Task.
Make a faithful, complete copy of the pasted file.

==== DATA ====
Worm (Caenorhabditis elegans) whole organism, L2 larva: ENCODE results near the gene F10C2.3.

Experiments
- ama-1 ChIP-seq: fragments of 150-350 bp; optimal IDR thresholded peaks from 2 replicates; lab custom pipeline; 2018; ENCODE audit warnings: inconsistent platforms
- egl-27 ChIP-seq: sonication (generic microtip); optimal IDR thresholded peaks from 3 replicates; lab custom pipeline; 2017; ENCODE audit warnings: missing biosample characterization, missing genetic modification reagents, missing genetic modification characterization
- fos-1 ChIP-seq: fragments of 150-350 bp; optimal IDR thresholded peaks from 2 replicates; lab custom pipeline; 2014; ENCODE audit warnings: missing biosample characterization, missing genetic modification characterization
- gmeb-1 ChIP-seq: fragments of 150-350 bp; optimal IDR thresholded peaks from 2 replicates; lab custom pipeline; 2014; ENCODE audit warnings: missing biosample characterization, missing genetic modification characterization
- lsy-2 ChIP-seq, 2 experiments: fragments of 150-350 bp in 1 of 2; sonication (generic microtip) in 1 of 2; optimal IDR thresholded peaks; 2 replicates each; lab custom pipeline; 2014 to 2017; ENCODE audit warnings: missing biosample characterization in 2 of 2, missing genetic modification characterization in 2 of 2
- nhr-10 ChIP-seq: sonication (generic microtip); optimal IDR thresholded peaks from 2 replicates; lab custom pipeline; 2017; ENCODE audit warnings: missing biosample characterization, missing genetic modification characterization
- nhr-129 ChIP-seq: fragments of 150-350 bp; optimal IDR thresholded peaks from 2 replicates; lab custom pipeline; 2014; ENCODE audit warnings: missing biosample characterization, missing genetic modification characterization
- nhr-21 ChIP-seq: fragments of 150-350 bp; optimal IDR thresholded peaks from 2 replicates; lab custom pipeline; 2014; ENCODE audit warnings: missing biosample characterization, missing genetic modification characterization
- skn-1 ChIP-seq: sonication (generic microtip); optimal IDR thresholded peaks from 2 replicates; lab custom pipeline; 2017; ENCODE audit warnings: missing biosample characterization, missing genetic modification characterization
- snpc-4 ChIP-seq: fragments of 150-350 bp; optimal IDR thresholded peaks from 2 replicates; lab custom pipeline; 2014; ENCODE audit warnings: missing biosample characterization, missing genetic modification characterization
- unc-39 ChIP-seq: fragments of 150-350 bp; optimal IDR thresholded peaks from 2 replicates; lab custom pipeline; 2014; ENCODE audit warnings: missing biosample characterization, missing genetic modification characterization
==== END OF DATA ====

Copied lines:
Worm (Caenorhabditis elegans) whole organism, L2 larva: ENCODE results near the gene F10C2.3.

Experiments
- ama-1 ChIP-seq: fragments of 150-350 bp; optimal IDR thresholded peaks from 2 replicates; lab custom pipeline; 2018; ENCODE audit warnings: inconsistent platforms
- egl-27 ChIP-seq: sonication (generic microtip); optimal IDR thresholded peaks from 3 replicates; lab custom pipeline; 2017; ENCODE audit warnings: missing biosample characterization, missing genetic modification reagents, missing genetic modification characterization
- fos-1 ChIP-seq: fragments of 150-350 bp; optimal IDR thresholded peaks from 2 replicates; lab custom pipeline; 2014; ENCODE audit warnings: missing biosample characterization, missing genetic modification characterization
- gmeb-1 ChIP-seq: fragments of 150-350 bp; optimal IDR thresholded peaks from 2 replicates; lab custom pipeline; 2014; ENCODE audit warnings: missing biosample characterization, missing genetic modification characterization
- lsy-2 ChIP-seq, 2 experiments: fragments of 150-350 bp in 1 of 2; sonication (generic microtip) in 1 of 2; optimal IDR thresholded peaks; 2 replicates each; lab custom pipeline; 2014 to 2017; ENCODE audit warnings: missing biosample characterization in 2 of 2, missing genetic modification characterization in 2 of 2
- nhr-10 ChIP-seq: sonication (generic microtip); optimal IDR thresholded peaks from 2 replicates; lab custom pipeline; 2017; ENCODE audit warnings: missing biosample characterization, missing genetic modification characterization
- nhr-129 ChIP-seq: fragments of 150-350 bp; optimal IDR thresholded peaks from 2 replicates; lab custom pipeline; 2014; ENCODE audit warnings: missing biosample characterization, missing genetic modification characterization
- nhr-21 ChIP-seq: fragments of 150-350 bp; optimal IDR thresholded peaks from 2 replicates; lab custom pipeline; 2014; ENCODE audit warnings: missing biosample characterization, missing genetic modification characterization
- skn-1 ChIP-seq: sonication (generic microtip); optimal IDR thresholded peaks from 2 replicates; lab custom pipeline; 2017; ENCODE audit warnings: missing biosample characterization, missing genetic modification characterization
- snpc-4 ChIP-seq: fragments of 150-350 bp; optimal IDR thresholded peaks from 2 replicates; lab custom pipeline; 2014; ENCODE audit warnings: missing biosample characterization, missing genetic modification characterization
- unc-39 ChIP-seq: fragments of 150-350 bp; optimal IDR thresholded peaks from 2 replicates; lab custom pipeline; 2014; ENCODE audit warnings: missing biosample characterization, missing genetic modification characterization